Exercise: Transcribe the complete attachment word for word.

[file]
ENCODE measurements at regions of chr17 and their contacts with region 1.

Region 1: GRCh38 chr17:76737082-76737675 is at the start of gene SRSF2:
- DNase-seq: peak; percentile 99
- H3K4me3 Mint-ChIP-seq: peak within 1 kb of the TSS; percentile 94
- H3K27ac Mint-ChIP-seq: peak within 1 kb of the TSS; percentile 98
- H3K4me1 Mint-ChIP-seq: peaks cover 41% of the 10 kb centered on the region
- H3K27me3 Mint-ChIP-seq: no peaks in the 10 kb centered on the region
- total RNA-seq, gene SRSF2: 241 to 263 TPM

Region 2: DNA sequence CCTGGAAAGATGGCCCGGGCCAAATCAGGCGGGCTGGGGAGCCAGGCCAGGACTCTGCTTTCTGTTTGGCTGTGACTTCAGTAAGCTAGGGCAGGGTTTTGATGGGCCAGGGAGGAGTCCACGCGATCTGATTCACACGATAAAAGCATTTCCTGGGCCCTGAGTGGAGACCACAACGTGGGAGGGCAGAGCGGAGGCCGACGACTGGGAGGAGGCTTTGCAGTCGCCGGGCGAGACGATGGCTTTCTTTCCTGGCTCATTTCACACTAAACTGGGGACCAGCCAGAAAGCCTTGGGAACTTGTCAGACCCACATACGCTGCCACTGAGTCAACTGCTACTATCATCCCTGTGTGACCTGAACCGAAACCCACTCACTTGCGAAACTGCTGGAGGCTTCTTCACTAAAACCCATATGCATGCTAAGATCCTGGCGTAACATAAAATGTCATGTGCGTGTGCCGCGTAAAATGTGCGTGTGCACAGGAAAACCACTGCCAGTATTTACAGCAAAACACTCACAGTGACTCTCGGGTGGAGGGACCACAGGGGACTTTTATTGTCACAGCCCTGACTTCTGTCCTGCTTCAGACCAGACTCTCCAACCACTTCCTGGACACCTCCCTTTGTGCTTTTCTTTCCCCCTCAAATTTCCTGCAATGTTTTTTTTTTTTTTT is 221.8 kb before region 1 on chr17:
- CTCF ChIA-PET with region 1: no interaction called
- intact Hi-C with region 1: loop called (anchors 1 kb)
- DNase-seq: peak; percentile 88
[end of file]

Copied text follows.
ENCODE measurements at regions of chr17 and their contacts with region 1.

Region 1: GRCh38 chr17:76737082-76737675 is at the start of gene SRSF2:
- DNase-seq: peak; percentile 99
- H3K4me3 Mint-ChIP-seq: peak within 1 kb of the TSS; percentile 94
- H3K27ac Mint-ChIP-seq: peak within 1 kb of the TSS; percentile 98
- H3K4me1 Mint-ChIP-seq: peaks cover 41% of the 10 kb centered on the region
- H3K27me3 Mint-ChIP-seq: no peaks in the 10 kb centered on the region
- total RNA-seq, gene SRSF2: 241 to 263 TPM

Region 2: DNA sequence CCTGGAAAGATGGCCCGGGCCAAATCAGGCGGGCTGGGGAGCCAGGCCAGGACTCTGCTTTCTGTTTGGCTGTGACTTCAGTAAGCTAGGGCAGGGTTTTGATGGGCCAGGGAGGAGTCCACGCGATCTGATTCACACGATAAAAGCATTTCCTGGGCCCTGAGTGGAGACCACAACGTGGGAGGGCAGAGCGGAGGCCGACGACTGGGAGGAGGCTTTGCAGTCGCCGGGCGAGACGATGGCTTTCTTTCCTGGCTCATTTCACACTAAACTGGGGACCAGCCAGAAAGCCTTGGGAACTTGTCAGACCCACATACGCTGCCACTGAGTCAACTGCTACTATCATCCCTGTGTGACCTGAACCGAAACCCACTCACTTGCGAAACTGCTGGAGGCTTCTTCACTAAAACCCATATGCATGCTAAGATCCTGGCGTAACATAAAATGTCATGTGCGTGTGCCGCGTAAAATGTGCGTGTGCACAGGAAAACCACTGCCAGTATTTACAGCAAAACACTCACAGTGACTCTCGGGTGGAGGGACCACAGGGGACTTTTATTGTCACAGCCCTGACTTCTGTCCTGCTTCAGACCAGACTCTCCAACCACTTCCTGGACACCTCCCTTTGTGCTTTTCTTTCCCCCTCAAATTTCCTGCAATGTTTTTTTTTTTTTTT is 221.8 kb before region 1 on chr17:
- CTCF ChIA-PET with region 1: no interaction called
- intact Hi-C with region 1: loop called (anchors 1 kb)
- DNase-seq: peak; percentile 88